Background: The relationship between extracranial venous system abnormalities and central nervous system disorders has been recently theorized. In this paper we delve into this hypothesis by modeling the venous drainage in brain and spinal column areas and simulating the intracranial flow changes due to extracranial morphological stenoses.
Methods: A lumped parameter model of the cerebro-spinal venous drainage was created based on anatomical knowledge and vessels diameters and lengths taken from literature. Each vein was modeled as a hydraulic resistance, calculated through Poiseuille's law. The inputs of the model were arterial flow rates of the intracranial, vertebral and lumbar districts. The effects of the obstruction of the main venous outflows were simulated. A database comprising 112 Multiple Sclerosis patients (Male/Female = 42/70; median age ± standard deviation = 43.7 ± 10.5 years) was retrospectively analyzed.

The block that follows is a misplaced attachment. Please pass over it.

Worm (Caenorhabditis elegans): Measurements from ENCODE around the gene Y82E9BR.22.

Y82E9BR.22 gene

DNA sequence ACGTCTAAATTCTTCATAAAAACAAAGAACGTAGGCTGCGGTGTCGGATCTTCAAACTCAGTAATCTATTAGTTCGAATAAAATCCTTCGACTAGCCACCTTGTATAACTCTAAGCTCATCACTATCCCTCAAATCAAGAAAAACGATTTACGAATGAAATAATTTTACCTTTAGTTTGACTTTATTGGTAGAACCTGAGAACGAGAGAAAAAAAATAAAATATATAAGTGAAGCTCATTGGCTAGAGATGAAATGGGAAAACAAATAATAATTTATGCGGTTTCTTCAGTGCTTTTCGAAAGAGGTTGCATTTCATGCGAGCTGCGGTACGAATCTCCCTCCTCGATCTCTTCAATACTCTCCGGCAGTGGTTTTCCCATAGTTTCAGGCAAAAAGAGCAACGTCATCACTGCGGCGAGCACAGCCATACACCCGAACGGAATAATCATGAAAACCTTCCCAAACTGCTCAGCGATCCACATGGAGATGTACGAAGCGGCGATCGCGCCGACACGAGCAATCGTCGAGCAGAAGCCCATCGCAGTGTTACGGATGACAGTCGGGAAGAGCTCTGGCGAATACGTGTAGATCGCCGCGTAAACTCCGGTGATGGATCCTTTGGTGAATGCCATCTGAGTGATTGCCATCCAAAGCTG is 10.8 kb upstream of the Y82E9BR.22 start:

Results: The flow rate of the main veins estimated with the model was similar to the measures of 21 healthy controls (Male/Female = 10/11; mean age ± standard deviation = 31 ± 11 years), obtained with a 1.5 T Magnetic Resonance scanner. The intracranial reflux topography predicted with the model in cases of internal jugular vein diameter reduction was similar to those observed in the patients with internal jugular vein obstacles.
Conclusions: The proposed model can predict physiological and pathological behaviors with good fidelity. Despite the simplifications introduced in cerebrospinal venous circulation modeling, the key anatomical feature of the lumped parameter model allowed for a detailed analysis of the consequences of extracranial venous impairments on intracranial pressure and hemodynamics.